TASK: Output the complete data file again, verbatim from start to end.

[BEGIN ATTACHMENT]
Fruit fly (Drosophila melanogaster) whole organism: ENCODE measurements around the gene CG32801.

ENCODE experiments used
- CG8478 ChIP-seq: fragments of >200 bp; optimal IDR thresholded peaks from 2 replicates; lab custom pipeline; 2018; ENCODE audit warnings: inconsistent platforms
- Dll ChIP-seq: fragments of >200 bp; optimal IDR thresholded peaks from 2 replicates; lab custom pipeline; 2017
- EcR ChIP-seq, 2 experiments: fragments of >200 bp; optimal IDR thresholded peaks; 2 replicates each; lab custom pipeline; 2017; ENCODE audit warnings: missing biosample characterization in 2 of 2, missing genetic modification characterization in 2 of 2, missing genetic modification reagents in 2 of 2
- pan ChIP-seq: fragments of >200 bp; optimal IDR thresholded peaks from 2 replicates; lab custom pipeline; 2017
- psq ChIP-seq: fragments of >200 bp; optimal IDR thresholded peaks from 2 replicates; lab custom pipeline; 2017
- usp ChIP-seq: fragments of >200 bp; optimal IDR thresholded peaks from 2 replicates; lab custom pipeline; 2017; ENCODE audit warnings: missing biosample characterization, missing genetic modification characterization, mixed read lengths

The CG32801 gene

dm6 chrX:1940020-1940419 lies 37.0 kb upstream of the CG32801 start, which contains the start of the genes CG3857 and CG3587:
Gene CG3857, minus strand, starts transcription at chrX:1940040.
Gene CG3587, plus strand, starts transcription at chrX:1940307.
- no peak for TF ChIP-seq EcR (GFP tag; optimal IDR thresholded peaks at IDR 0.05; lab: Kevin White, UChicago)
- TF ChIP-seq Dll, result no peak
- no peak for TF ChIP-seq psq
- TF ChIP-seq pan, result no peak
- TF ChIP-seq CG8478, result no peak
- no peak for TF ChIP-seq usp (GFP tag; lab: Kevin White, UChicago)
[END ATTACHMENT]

Fruit fly (Drosophila melanogaster) whole organism: ENCODE measurements around the gene CG32801.

ENCODE experiments used
- CG8478 ChIP-seq: fragments of >200 bp; optimal IDR thresholded peaks from 2 replicates; lab custom pipeline; 2018; ENCODE audit warnings: inconsistent platforms
- Dll ChIP-seq: fragments of >200 bp; optimal IDR thresholded peaks from 2 replicates; lab custom pipeline; 2017
- EcR ChIP-seq, 2 experiments: fragments of >200 bp; optimal IDR thresholded peaks; 2 replicates each; lab custom pipeline; 2017; ENCODE audit warnings: missing biosample characterization in 2 of 2, missing genetic modification characterization in 2 of 2, missing genetic modification reagents in 2 of 2
- pan ChIP-seq: fragments of >200 bp; optimal IDR thresholded peaks from 2 replicates; lab custom pipeline; 2017
- psq ChIP-seq: fragments of >200 bp; optimal IDR thresholded peaks from 2 replicates; lab custom pipeline; 2017
- usp ChIP-seq: fragments of >200 bp; optimal IDR thresholded peaks from 2 replicates; lab custom pipeline; 2017; ENCODE audit warnings: missing biosample characterization, missing genetic modification characterization, mixed read lengths

The CG32801 gene

dm6 chrX:1940020-1940419 lies 37.0 kb upstream of the CG32801 start, which contains the start of the genes CG3857 and CG3587:
Gene CG3857, minus strand, starts transcription at chrX:1940040.
Gene CG3587, plus strand, starts transcription at chrX:1940307.
- no peak for TF ChIP-seq EcR (GFP tag; optimal IDR thresholded peaks at IDR 0.05; lab: Kevin White, UChicago)
- TF ChIP-seq Dll, result no peak
- no peak for TF ChIP-seq psq
- TF ChIP-seq pan, result no peak
- TF ChIP-seq CG8478, result no peak
- no peak for TF ChIP-seq usp (GFP tag; lab: Kevin White, UChicago)